Source separation sewage systems as a trend in urban wastewater management: Drivers for the implementation of pilot areas in Northern Europe

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Source separation sewage systems as a trend in urban wastewater management : Drivers for the implementation of pilot areas in Northern Europe. / Skambraks, Anne Katrin; Kjerstadius, Hamse; Meier, Malina; Davidsson, Åsa; Wuttke, Maika; Giese, Thomas.

In: Sustainable Cities and Society, Vol. 28, 01.01.2017, p. 287-296.

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Skambraks, Anne Katrin ; Kjerstadius, Hamse ; Meier, Malina ; Davidsson, Åsa ; Wuttke, Maika ; Giese, Thomas. / Source separation sewage systems as a trend in urban wastewater management : Drivers for the implementation of pilot areas in Northern Europe. In: Sustainable Cities and Society. 2017 ; Vol. 28. pp. 287-296.

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TY - JOUR

T1 - Source separation sewage systems as a trend in urban wastewater management

T2 - Drivers for the implementation of pilot areas in Northern Europe

AU - Skambraks, Anne Katrin

AU - Kjerstadius, Hamse

AU - Meier, Malina

AU - Davidsson, Åsa

AU - Wuttke, Maika

AU - Giese, Thomas

PY - 2017/1/1

Y1 - 2017/1/1

N2 - Urban source separation infrastructure systems have a promising potential for a more sustainable management of household food waste and wastewaters. A renewed trend of larger implementations of pilot areas with such systems is currently emerging in Northern Europe. This study investigates the drivers behind the decision of stakeholders to implement source separation systems as well as the importance of the previously existing pilot areas in the decision-making process. By means of semi-structured expert interviews, five areas with source separation were characterized and compared. It was found that the most important drivers were on the one hand governmental, especially local environmental goals and on the other hand the ambition of the utilities to gain knowledge about future wastewater management and treatment technologies. Experiences from existing smaller pilot areas were shown crucial for decisions to implement the larger pilot areas that are currently planned, as was intensive stakeholder co-operation, due to the fact that source separation systems transcend traditional boundaries between energy, waste and water sectors. The results hold implications for policy makers and municipalities initiating a transition to more sustainable wastewater management.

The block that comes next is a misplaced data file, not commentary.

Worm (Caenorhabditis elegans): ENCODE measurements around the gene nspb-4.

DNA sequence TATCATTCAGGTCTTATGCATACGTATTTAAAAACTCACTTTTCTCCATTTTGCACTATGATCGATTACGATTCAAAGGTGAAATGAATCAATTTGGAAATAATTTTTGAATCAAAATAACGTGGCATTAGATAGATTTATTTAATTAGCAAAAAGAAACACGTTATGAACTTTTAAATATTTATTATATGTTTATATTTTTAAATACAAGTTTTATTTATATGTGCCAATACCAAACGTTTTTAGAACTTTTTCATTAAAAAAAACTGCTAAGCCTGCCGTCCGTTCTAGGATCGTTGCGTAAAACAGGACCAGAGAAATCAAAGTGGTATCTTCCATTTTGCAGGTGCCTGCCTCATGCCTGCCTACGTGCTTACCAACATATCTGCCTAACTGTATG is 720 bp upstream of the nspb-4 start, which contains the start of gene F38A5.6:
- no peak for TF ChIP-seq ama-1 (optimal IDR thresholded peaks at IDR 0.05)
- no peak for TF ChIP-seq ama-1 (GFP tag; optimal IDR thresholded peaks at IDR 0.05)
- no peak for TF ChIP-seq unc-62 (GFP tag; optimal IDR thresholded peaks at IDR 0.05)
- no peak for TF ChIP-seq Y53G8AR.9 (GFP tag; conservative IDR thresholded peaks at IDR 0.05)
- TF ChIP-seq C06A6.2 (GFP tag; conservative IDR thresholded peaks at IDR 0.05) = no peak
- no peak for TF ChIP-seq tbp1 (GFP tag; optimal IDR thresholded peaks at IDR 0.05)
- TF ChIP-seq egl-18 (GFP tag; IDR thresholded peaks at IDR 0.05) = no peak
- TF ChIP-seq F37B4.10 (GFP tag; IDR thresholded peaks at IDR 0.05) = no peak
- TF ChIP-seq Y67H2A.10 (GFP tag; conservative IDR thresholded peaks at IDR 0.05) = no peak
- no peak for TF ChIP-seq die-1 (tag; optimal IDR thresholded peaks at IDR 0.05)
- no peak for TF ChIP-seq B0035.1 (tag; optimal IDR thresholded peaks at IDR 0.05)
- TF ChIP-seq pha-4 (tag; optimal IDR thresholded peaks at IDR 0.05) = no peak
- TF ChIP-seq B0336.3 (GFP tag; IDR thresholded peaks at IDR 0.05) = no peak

AB - Urban source separation infrastructure systems have a promising potential for a more sustainable management of household food waste and wastewaters. A renewed trend of larger implementations of pilot areas with such systems is currently emerging in Northern Europe. This study investigates the drivers behind the decision of stakeholders to implement source separation systems as well as the importance of the previously existing pilot areas in the decision-making process. By means of semi-structured expert interviews, five areas with source separation were characterized and compared. It was found that the most important drivers were on the one hand governmental, especially local environmental goals and on the other hand the ambition of the utilities to gain knowledge about future wastewater management and treatment technologies. Experiences from existing smaller pilot areas were shown crucial for decisions to implement the larger pilot areas that are currently planned, as was intensive stakeholder co-operation, due to the fact that source separation systems transcend traditional boundaries between energy, waste and water sectors. The results hold implications for policy makers and municipalities initiating a transition to more sustainable wastewater management.

KW - Blackwater

KW - Drivers

KW - Food waste

KW - Source separation

KW - Wastewater management

UR - http://www.scopus.com/inward/record.url?scp=84993983957&partnerID=8YFLogxK

U2 - 10.1016/j.scs.2016.09.013

DO - 10.1016/j.scs.2016.09.013

M3 - Article

VL - 28

SP - 287

EP - 296

JO - Sustainable Cities and Society

JF - Sustainable Cities and Society

SN - 2210-6707

ER -